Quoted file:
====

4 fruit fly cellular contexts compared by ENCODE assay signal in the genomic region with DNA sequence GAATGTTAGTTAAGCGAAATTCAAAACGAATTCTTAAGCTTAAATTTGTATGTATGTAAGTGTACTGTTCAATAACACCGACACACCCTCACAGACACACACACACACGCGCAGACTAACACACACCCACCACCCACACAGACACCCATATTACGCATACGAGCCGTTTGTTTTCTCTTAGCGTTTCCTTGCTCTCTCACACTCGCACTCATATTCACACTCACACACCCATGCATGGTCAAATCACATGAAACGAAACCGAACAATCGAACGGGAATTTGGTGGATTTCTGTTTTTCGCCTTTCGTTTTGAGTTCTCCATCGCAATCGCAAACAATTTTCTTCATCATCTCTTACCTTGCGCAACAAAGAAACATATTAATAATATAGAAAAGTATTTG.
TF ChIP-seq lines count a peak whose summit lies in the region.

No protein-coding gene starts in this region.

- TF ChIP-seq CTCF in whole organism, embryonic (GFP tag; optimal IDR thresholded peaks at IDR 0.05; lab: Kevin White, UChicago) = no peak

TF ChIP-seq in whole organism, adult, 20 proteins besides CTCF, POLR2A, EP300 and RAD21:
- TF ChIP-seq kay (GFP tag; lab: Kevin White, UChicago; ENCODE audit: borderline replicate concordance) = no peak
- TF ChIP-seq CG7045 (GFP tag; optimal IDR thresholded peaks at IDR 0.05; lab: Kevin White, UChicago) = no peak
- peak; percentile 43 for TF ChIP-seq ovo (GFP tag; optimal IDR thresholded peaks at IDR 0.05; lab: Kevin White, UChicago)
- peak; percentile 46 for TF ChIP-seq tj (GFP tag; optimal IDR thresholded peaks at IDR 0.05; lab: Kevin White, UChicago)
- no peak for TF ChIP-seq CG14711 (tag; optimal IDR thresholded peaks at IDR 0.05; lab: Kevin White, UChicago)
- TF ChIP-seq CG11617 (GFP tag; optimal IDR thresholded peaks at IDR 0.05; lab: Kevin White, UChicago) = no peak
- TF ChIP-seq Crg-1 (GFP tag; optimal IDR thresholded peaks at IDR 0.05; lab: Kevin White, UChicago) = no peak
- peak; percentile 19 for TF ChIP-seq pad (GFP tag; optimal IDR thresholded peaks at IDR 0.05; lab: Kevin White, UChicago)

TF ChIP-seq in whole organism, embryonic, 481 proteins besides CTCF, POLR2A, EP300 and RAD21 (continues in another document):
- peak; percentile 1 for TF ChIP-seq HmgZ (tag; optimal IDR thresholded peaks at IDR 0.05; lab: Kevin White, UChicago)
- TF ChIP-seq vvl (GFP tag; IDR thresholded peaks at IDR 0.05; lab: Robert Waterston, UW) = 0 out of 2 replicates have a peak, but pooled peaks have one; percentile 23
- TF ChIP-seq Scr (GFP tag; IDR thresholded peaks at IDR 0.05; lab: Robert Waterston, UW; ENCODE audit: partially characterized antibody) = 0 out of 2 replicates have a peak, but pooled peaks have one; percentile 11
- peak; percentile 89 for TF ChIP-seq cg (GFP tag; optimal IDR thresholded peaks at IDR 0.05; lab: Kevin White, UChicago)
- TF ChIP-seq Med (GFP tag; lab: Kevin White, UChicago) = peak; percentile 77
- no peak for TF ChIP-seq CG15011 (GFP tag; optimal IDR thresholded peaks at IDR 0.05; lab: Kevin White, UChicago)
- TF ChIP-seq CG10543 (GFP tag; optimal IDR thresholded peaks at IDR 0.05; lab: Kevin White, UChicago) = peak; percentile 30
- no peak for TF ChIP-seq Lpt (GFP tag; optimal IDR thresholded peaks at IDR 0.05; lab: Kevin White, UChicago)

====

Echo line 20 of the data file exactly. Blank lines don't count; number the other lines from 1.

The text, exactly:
- no peak for TF ChIP-seq CG15011 (GFP tag; optimal IDR thresholded peaks at IDR 0.05; lab: Kevin White, UChicago)